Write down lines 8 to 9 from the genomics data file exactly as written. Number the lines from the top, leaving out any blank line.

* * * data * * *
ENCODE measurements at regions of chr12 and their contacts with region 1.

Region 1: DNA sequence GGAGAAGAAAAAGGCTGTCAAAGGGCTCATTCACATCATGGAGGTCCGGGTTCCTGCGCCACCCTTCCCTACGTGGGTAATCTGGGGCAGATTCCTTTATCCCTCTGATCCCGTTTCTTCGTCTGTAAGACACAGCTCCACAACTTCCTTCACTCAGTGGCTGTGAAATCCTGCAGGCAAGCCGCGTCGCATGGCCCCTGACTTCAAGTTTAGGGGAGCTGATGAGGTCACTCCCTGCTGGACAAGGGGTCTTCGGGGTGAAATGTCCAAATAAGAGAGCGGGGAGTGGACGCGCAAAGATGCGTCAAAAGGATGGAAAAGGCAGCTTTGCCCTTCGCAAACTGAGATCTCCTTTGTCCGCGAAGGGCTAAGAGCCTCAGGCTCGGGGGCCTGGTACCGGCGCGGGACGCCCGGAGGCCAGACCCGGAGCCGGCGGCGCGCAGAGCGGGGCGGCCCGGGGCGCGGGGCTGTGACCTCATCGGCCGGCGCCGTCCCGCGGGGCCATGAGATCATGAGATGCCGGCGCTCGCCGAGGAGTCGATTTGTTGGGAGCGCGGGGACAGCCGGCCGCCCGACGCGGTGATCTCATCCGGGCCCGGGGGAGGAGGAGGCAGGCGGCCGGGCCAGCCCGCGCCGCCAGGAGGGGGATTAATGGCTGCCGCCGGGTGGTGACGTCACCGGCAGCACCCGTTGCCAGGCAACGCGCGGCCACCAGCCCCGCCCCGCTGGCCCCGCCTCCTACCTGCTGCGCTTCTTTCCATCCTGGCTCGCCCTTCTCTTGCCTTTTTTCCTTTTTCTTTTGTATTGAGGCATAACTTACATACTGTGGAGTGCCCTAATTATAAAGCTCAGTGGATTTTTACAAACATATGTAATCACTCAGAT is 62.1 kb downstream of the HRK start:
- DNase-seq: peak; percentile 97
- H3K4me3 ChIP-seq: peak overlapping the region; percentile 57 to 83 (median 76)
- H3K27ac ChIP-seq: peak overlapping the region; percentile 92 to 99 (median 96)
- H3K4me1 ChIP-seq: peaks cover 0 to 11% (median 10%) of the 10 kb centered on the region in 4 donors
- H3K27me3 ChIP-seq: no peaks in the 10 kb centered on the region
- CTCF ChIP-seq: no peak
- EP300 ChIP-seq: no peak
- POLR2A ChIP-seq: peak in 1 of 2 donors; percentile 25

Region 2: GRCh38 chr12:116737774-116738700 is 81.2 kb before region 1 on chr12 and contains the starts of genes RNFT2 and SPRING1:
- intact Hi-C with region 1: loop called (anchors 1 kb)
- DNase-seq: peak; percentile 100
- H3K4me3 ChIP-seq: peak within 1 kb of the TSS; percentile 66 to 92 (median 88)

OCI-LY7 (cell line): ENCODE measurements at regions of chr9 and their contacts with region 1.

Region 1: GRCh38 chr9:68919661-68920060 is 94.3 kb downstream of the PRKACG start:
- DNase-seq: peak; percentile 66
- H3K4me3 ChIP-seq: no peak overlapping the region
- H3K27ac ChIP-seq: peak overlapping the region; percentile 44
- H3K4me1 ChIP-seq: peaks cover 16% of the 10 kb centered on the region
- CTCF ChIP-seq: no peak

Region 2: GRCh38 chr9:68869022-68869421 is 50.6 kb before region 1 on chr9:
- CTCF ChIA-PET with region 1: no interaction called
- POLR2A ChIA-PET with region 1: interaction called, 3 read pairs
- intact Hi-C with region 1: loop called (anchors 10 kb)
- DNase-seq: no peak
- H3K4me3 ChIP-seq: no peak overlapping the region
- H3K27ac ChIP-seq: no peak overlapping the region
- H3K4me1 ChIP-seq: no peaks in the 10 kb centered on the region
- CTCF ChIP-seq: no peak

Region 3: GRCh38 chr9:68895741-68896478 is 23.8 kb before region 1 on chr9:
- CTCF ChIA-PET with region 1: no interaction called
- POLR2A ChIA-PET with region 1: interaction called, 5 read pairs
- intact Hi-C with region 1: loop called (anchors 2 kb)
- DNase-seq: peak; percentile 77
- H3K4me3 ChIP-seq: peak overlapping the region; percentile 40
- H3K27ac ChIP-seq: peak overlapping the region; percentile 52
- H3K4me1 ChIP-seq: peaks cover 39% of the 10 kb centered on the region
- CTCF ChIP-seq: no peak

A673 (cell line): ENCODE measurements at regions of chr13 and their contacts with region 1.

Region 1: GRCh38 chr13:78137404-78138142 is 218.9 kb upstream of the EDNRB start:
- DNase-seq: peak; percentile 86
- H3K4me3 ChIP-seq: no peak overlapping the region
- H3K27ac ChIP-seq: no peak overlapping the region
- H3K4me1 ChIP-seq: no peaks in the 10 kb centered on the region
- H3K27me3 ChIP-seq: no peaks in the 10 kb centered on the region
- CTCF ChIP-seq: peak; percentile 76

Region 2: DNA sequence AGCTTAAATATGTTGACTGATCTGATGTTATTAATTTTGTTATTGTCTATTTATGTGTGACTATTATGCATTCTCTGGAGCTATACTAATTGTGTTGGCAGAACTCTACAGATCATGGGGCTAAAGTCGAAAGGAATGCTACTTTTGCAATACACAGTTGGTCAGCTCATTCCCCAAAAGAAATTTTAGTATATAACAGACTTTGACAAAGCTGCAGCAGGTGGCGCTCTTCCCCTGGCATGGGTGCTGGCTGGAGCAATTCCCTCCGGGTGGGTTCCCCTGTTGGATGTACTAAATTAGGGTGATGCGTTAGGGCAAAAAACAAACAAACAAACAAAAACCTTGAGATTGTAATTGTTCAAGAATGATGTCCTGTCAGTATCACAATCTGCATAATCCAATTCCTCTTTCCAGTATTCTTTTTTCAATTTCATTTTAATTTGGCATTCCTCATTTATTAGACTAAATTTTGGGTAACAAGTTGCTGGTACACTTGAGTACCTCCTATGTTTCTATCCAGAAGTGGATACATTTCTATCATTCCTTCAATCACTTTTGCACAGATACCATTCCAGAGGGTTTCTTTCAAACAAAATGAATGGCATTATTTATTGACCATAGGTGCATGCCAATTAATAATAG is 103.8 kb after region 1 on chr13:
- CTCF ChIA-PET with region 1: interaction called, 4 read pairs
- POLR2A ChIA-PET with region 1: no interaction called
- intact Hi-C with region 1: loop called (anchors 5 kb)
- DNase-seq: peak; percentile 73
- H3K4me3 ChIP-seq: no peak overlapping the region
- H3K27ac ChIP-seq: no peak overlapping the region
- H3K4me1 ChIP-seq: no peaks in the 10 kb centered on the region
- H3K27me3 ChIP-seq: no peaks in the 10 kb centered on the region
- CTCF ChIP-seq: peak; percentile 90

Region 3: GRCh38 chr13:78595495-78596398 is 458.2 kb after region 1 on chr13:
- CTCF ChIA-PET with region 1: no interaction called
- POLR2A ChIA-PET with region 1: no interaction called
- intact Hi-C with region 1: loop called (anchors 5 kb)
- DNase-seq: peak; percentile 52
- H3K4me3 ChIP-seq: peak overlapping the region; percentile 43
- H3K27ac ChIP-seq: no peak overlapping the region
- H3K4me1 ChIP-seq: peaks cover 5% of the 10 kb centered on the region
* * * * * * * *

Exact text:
- CTCF ChIP-seq: no peak
- EP300 ChIP-seq: no peak